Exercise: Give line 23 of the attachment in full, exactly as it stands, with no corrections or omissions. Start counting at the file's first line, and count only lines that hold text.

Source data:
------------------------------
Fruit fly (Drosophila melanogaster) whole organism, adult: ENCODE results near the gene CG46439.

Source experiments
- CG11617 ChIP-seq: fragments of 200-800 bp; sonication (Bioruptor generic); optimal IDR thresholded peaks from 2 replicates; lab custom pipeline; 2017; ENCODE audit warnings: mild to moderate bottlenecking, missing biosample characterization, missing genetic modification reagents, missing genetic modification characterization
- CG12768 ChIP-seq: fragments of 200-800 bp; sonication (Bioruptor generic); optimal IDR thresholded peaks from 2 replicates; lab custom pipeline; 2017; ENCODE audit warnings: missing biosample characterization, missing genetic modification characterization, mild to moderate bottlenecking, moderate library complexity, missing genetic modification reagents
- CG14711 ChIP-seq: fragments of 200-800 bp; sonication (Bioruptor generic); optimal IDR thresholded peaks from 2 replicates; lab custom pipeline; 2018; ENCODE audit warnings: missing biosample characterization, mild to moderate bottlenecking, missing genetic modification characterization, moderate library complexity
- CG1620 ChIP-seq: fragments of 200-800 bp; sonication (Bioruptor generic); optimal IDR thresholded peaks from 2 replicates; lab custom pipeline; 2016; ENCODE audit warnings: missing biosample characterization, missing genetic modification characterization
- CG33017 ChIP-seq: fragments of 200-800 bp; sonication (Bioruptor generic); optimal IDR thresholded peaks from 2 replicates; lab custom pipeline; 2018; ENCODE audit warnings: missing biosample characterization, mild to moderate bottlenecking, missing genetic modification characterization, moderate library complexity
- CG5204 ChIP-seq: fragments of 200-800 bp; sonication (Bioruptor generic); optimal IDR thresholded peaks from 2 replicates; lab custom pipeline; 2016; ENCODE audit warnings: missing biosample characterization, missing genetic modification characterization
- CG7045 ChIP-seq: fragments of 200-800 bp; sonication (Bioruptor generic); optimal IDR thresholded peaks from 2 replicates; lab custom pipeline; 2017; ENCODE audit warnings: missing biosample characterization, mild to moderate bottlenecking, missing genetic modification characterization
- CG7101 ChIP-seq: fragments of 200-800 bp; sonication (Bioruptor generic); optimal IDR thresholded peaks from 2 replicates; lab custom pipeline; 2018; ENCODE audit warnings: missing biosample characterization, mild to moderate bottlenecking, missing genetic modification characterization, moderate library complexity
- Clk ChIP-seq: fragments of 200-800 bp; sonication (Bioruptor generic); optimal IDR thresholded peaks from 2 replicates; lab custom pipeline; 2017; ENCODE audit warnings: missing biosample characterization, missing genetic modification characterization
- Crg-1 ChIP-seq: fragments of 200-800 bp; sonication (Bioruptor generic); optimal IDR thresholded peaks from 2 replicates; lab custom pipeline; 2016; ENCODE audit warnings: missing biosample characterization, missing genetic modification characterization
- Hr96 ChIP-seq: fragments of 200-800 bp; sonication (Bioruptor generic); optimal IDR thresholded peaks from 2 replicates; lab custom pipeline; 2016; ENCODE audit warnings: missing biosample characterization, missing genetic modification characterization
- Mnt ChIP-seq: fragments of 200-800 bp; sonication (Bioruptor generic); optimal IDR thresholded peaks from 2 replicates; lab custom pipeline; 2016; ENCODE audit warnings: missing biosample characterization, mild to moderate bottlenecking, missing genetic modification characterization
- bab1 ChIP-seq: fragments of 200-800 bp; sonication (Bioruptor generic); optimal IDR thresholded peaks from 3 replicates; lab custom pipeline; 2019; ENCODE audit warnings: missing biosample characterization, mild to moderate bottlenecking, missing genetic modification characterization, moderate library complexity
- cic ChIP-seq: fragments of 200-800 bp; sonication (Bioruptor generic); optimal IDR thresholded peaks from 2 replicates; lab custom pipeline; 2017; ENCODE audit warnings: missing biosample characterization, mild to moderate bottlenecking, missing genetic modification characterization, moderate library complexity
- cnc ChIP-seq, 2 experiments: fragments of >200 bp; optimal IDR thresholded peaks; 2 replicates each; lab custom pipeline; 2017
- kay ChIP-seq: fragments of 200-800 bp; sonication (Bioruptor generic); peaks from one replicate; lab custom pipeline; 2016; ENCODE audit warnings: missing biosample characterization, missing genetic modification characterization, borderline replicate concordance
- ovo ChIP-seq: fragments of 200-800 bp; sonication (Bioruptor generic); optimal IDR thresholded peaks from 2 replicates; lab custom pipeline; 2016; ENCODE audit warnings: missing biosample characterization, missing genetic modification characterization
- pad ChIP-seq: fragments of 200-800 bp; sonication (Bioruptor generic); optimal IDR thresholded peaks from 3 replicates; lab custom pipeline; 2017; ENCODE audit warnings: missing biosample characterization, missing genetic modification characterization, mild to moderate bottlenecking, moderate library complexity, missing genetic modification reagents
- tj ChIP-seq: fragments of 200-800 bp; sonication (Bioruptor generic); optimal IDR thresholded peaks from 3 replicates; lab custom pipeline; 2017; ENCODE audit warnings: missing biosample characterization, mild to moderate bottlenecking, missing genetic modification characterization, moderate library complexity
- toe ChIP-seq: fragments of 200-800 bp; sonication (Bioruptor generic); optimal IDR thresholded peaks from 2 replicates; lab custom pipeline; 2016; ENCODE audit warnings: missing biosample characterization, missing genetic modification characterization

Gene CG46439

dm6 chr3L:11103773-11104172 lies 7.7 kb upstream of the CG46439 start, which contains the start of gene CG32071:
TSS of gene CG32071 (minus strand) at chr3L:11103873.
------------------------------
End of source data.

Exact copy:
Gene CG46439